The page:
In this case, according to your arguement, is when we stop using google to gather information from the internet. Maybe we should just go straight to the source, instead of looking for where the source is. I guess omnipotence is the only real answer. the alternative is to live in a bubble. I guess that's the ultimate solution for personal responsibility. Since I can't control what the world does to me, or how it interacts with me, I should isolate myself to best protect my self.

incrediBILL




msg:4155418
 11:26 pm on Jun 19, 2010 (gmt 0)

One takes eyes to read, and the other takes quite a bit of sophistication. One takes time, skill, talent, or money to find someone to develop, the other takes eyes and the ability to read English, or access to someone who does, but it's totally justified in your mind, so whatever.


Time? skill? money?

Sorry, very little of any of that.

All you need is a wifi card, a computer and some specialized software.

You simply download some wifi password sniffing software, there's a bunch, and if the network is secure get good old Aircrack-NG to hack it.

Now download a war driving program, they have them for laptops or smart phones, then just start driving around like Google did and record all the networks you pass.

Once you have those networks logged, go back and sniff and hack to your hearts content.

It's easy, freely available, and criminals do it all the time [webmasterworld.com].

Google did far less, the whole thing is idiotic.

I'm not sure why people are arguing in favor of flawed insecure wifi technology because no matter how many arguments you make or laws you pass because...

WIFI WON'T GET ANY MORE SECURE UNTIL YOU TOSS IT AND START OVER!

frontpage




msg:4155420
 11:48 pm on Jun 19, 2010 (gmt 0)

If someone is using an open wifi without any security, plain text passwords, no VPN or SSL, then they don't give two red cents about privacy or security and have no room to complain.


That's not a really honest or fair assessment of the situation. Many computers users who set up home networks don't have the technical skill or IT background to setup up WEP/WPA. I am pretty sure if you asked most users they would prefer that their internet connection is secure. But, I am afraid many did not know it was an issue or how to actually set it up.

Just because I leave my window shades open, it does not give you permission to be a peeping tom. "You did not put up blinds, so you have no room to complain that photographed your children."

It is scary that violation of privacy is accepted as long as those Adsense checks keep coming. Where does one draw the line?

youfoundjake




msg:4155421
 11:57 pm on Jun 19, 2010 (gmt 0)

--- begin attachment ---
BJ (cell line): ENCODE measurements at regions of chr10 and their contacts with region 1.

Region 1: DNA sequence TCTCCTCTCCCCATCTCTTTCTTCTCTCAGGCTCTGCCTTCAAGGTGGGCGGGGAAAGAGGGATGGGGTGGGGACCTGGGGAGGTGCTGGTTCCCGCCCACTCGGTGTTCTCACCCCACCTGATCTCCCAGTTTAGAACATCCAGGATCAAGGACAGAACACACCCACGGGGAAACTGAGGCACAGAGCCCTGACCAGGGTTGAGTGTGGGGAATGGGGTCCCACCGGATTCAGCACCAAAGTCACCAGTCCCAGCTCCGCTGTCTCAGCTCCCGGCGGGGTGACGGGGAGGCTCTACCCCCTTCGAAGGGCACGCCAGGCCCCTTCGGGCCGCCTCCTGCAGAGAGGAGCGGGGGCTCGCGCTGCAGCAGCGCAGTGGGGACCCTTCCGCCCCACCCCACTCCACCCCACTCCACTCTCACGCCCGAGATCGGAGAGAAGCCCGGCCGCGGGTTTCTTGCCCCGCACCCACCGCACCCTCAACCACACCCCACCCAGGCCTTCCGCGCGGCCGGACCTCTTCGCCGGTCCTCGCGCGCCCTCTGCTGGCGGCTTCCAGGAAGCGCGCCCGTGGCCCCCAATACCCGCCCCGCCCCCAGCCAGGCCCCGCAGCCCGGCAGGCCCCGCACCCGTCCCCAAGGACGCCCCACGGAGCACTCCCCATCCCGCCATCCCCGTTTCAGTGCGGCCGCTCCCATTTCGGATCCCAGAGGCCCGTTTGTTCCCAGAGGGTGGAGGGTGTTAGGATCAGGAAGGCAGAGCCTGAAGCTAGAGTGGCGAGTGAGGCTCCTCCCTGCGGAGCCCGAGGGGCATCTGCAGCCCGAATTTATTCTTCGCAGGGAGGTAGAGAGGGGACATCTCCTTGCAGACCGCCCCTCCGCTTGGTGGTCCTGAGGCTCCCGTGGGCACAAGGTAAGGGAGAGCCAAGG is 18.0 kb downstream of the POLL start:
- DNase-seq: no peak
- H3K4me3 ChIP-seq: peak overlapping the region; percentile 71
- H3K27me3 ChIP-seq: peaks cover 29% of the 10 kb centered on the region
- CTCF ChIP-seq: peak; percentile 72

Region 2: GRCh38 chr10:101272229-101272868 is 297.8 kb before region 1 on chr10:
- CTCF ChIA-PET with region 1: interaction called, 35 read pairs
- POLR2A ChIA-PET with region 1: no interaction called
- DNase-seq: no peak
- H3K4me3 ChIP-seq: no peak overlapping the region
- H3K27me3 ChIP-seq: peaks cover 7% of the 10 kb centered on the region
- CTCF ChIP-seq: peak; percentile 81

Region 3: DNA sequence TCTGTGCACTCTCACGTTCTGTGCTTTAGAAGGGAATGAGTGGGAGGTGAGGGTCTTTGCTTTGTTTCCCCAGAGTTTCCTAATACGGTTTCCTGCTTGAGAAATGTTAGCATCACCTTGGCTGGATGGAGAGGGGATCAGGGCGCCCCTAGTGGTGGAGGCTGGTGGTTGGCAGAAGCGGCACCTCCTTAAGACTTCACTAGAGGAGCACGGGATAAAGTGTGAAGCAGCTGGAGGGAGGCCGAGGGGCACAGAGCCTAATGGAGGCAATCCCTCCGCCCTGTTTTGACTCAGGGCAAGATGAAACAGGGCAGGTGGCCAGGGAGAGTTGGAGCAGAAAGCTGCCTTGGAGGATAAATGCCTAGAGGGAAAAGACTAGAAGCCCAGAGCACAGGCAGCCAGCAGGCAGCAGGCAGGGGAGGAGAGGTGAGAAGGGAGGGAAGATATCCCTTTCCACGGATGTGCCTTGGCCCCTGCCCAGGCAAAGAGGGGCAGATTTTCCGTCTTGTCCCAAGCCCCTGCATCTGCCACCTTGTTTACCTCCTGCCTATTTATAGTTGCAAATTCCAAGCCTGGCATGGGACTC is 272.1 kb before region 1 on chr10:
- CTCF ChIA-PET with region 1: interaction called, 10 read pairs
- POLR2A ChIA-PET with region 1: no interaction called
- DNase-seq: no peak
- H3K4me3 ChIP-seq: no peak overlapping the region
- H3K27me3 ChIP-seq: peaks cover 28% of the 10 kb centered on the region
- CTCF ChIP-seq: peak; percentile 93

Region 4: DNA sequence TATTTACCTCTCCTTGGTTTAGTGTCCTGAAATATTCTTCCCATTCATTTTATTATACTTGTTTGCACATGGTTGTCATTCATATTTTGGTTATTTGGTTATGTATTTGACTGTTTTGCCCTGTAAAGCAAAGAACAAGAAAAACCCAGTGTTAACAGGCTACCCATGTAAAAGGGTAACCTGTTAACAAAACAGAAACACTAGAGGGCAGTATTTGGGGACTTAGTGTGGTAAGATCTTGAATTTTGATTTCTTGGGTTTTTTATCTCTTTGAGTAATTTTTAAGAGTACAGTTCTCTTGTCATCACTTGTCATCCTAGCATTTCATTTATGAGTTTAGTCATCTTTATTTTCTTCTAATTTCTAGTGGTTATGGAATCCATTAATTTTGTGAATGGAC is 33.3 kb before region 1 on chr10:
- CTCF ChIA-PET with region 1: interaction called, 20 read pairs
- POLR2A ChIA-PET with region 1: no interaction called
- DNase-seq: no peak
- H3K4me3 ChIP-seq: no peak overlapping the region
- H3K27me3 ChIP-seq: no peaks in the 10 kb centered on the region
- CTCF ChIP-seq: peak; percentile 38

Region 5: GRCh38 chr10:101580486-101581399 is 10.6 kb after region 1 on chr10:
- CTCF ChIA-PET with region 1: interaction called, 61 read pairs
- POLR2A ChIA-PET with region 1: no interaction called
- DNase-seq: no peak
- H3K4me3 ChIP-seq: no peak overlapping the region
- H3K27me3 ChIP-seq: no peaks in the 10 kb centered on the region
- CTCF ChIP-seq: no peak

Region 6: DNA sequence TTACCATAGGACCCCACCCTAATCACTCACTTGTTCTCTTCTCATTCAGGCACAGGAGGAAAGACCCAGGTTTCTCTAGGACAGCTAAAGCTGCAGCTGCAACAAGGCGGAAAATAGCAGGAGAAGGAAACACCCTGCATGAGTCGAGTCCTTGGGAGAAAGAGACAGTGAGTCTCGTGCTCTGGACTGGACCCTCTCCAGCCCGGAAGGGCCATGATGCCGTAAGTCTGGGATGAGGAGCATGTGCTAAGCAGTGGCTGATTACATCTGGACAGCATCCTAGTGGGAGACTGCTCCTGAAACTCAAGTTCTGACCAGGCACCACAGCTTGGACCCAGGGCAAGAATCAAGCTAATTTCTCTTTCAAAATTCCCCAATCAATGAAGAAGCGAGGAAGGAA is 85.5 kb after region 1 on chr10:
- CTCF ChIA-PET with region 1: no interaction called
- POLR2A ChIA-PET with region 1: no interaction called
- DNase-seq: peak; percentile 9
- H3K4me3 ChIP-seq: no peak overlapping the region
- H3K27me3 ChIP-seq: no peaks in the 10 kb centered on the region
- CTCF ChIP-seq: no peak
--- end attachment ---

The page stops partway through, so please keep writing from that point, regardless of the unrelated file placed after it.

Just because I leave my window shades open, it does not give you permission to be a peeping tom.

When I'm driving down the street delivering a pizza, and looking for an address, don't yell at me for glancing through your window right next to your house number. If your light is on, your house may be the one I'm delivering to. If its off, then chances are, I'm not delivering there.
Again I mention, routers or modems come with cds to configure the equipement, and it asks if you want to enable wireless, and what to set for security.

[edited by: youfoundjake at 12:07 am (utc) on Jun 20, 2010]

youfoundjake




msg:4155422
 12:06 am on Jun 20, 2010 (gmt 0)

Here is the link to the analysis of the source code.
[static.googleusercontent.com...]

If the frame was encrypted, it was immediately dropped. If it was not, it was noted basically for the possible delivery of services in the future, a hot-spot or access point.

Sgt_Kickaxe




msg:4155423
 12:10 am on Jun 20, 2010 (gmt 0)

Begs the question why. This is all a moot subject since it's all collected by your IP but still...

Why would Google want to link your email address to your house?
Why would Google want to extract email (and other) content?
Why would Google intentionally GROSSLY violate privacy like this?
Who is benefiting from this data? Government? Military? Wall street?
What exactly is IN Google's vast databases that would hurt countless people if the plex was ever taken control of by terrorists.

Google did the deed, the questions need to be investigated and answered. For all we know this is the tip of an iceberg and regular people would not be shielded from the full probe of the law, neither should Google.

Who SHOULD be responsible for starting an inquiry? Will they? If not, Why not?

What a mess.

I'm not rocking the boat, I don't really want to know, it's my own fault for having wi-fi. Now THAT is a problem I can easily fix.

[edited by: Sgt_Kickaxe at 12:21 am (utc) on Jun 20, 2010]

TheMadScientist




msg:4155425
 12:18 am on Jun 20, 2010 (gmt 0)

Sorry, very little of any of that.

Simple = My Mom could do it. (Read English, Yes.)
There's no way she could do what you're talking about.

criminals do it all the time

Couldn't have said it better myself.

Google did far less, the whole thing is idiotic.

You're right, they shouldn't have gone there.

I'm not sure why people are arguing in favor of flawed insecure wifi technology because no matter how many arguments you make or laws you pass because...

Uh, just arguing it's not right to exploit it, even for 'Good Ol' Don't Be Evil Google'.

IMO, Germany got it right when the German count ruled open wifi effectively illegal.

But not when they went after Google for doing it?

Data protection authorities in Spain and Germany have also asked Google for access to Wi-Fi traffic data intercepted in their countries...

Like I said before, pointless.

Anyone here ever had your CC Info stolen when your card has been in your possession the entire time and woken up one day to find your bank account cleaned out? I have... Wait until you get to the store someday and have your card declined when there was a good 4 figures in your account yesterday and start wondering what happened only to go to the bank and see a transaction for $973 at a grocery store you've never been in before.